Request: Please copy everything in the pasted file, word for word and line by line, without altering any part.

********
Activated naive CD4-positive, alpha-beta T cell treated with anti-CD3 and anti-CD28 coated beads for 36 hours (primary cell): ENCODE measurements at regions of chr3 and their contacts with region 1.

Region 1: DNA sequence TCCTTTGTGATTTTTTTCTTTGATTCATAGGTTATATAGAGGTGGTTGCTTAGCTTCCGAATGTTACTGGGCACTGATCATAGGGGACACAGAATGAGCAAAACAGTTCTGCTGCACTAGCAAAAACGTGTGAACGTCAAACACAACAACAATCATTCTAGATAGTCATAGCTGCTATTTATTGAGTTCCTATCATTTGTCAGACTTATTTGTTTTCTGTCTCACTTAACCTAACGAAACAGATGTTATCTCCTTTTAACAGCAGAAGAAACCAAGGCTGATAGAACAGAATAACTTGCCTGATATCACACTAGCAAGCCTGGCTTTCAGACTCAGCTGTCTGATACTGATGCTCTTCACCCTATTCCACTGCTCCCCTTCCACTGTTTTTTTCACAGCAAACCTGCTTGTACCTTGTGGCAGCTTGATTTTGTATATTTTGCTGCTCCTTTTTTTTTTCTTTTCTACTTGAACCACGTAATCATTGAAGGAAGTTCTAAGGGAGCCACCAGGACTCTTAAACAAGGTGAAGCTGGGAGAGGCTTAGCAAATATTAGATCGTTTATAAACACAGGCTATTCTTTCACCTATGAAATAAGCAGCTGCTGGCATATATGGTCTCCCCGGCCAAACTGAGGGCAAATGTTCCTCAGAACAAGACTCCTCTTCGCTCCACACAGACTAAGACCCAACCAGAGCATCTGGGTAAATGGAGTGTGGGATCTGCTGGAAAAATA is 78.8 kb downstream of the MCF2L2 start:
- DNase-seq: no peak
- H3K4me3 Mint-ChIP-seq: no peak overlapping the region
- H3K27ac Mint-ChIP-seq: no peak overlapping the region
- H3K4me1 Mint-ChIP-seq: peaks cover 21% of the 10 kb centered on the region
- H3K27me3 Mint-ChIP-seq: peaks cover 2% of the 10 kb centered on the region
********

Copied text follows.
Activated naive CD4-positive, alpha-beta T cell treated with anti-CD3 and anti-CD28 coated beads for 36 hours (primary cell): ENCODE measurements at regions of chr3 and their contacts with region 1.

Region 1: DNA sequence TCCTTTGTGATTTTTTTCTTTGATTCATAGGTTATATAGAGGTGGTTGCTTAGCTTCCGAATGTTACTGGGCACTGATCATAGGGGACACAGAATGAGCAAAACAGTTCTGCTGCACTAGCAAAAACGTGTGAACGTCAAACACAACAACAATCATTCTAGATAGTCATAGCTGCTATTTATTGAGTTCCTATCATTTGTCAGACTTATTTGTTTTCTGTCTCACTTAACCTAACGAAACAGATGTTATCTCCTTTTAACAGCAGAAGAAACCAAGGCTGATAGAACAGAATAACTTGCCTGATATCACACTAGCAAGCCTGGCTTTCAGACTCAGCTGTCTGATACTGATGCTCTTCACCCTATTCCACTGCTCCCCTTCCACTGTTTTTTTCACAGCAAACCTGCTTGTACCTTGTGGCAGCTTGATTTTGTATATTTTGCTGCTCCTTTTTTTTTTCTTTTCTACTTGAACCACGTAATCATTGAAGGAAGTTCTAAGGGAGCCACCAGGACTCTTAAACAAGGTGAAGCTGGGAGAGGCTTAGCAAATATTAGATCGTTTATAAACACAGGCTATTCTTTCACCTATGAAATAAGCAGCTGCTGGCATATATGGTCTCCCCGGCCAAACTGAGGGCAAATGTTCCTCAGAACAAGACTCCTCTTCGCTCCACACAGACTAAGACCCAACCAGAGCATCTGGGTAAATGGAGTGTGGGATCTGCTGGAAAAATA is 78.8 kb downstream of the MCF2L2 start:
- DNase-seq: no peak
- H3K4me3 Mint-ChIP-seq: no peak overlapping the region
- H3K27ac Mint-ChIP-seq: no peak overlapping the region
- H3K4me1 Mint-ChIP-seq: peaks cover 21% of the 10 kb centered on the region
- H3K27me3 Mint-ChIP-seq: peaks cover 2% of the 10 kb centered on the region